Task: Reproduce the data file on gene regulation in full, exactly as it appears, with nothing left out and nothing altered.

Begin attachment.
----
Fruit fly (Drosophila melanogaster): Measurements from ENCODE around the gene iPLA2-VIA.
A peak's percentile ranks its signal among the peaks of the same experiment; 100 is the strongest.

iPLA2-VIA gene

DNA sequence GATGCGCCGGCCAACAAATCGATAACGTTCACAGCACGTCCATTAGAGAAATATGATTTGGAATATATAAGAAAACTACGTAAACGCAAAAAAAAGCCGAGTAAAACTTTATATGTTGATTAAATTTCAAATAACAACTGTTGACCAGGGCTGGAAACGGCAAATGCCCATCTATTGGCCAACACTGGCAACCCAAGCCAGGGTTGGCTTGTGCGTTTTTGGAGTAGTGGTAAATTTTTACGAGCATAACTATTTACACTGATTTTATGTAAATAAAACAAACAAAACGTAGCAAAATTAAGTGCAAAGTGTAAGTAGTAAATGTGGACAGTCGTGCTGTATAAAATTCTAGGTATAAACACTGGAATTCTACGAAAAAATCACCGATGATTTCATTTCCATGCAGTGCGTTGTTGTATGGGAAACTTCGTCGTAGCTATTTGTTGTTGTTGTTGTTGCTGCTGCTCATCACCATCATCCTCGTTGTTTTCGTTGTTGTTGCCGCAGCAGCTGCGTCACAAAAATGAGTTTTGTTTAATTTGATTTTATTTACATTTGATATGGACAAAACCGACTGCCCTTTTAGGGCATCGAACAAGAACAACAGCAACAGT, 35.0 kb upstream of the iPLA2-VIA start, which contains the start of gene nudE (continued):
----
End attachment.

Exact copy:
Fruit fly (Drosophila melanogaster): Measurements from ENCODE around the gene iPLA2-VIA.
A peak's percentile ranks its signal among the peaks of the same experiment; 100 is the strongest.

iPLA2-VIA gene

DNA sequence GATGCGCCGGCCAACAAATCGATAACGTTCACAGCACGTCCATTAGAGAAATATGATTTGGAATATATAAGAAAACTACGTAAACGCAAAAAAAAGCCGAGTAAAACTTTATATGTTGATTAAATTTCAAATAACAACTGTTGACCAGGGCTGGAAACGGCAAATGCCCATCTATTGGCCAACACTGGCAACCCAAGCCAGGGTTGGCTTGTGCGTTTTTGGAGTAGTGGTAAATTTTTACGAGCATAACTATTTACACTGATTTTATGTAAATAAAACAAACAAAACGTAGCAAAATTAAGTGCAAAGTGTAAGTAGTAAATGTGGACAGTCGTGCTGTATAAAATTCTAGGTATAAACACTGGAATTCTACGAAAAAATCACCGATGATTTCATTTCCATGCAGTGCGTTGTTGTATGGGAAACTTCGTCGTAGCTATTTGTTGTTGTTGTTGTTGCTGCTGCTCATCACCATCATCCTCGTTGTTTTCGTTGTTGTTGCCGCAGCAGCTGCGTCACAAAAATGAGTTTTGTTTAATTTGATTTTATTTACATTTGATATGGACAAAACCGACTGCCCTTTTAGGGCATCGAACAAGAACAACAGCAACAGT, 35.0 kb upstream of the iPLA2-VIA start, which contains the start of gene nudE (continued):